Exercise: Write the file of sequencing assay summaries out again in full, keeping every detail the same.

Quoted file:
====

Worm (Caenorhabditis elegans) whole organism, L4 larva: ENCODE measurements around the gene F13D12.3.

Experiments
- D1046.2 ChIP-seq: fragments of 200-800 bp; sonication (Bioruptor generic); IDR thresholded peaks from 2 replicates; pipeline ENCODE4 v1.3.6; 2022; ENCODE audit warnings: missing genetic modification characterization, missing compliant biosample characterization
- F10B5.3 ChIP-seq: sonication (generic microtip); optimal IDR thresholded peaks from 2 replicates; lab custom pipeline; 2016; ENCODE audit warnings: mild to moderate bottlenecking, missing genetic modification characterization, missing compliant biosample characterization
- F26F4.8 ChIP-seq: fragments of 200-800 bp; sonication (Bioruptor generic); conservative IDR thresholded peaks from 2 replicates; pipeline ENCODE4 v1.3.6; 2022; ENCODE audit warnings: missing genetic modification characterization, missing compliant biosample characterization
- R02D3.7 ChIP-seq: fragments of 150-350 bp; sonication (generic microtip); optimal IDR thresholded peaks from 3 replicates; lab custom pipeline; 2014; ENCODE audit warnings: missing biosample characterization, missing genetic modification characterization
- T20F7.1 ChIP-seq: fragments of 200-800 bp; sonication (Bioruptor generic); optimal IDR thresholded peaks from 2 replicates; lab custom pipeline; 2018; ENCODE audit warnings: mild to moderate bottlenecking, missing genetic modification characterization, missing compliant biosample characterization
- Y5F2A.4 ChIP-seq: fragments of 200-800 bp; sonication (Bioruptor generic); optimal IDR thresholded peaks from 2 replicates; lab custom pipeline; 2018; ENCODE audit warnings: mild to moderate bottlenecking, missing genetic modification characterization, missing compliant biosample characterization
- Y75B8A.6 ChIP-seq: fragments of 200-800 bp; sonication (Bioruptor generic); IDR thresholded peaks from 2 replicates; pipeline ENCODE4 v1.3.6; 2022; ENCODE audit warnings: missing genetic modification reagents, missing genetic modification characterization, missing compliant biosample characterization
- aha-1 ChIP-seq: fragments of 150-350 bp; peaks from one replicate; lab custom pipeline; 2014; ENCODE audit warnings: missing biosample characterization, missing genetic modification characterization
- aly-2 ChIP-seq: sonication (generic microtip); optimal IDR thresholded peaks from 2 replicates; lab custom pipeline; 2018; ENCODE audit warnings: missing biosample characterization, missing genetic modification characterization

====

Worm (Caenorhabditis elegans) whole organism, L4 larva: ENCODE measurements around the gene F13D12.3.

Experiments
- D1046.2 ChIP-seq: fragments of 200-800 bp; sonication (Bioruptor generic); IDR thresholded peaks from 2 replicates; pipeline ENCODE4 v1.3.6; 2022; ENCODE audit warnings: missing genetic modification characterization, missing compliant biosample characterization
- F10B5.3 ChIP-seq: sonication (generic microtip); optimal IDR thresholded peaks from 2 replicates; lab custom pipeline; 2016; ENCODE audit warnings: mild to moderate bottlenecking, missing genetic modification characterization, missing compliant biosample characterization
- F26F4.8 ChIP-seq: fragments of 200-800 bp; sonication (Bioruptor generic); conservative IDR thresholded peaks from 2 replicates; pipeline ENCODE4 v1.3.6; 2022; ENCODE audit warnings: missing genetic modification characterization, missing compliant biosample characterization
- R02D3.7 ChIP-seq: fragments of 150-350 bp; sonication (generic microtip); optimal IDR thresholded peaks from 3 replicates; lab custom pipeline; 2014; ENCODE audit warnings: missing biosample characterization, missing genetic modification characterization
- T20F7.1 ChIP-seq: fragments of 200-800 bp; sonication (Bioruptor generic); optimal IDR thresholded peaks from 2 replicates; lab custom pipeline; 2018; ENCODE audit warnings: mild to moderate bottlenecking, missing genetic modification characterization, missing compliant biosample characterization
- Y5F2A.4 ChIP-seq: fragments of 200-800 bp; sonication (Bioruptor generic); optimal IDR thresholded peaks from 2 replicates; lab custom pipeline; 2018; ENCODE audit warnings: mild to moderate bottlenecking, missing genetic modification characterization, missing compliant biosample characterization
- Y75B8A.6 ChIP-seq: fragments of 200-800 bp; sonication (Bioruptor generic); IDR thresholded peaks from 2 replicates; pipeline ENCODE4 v1.3.6; 2022; ENCODE audit warnings: missing genetic modification reagents, missing genetic modification characterization, missing compliant biosample characterization
- aha-1 ChIP-seq: fragments of 150-350 bp; peaks from one replicate; lab custom pipeline; 2014; ENCODE audit warnings: missing biosample characterization, missing genetic modification characterization
- aly-2 ChIP-seq: sonication (generic microtip); optimal IDR thresholded peaks from 2 replicates; lab custom pipeline; 2018; ENCODE audit warnings: missing biosample characterization, missing genetic modification characterization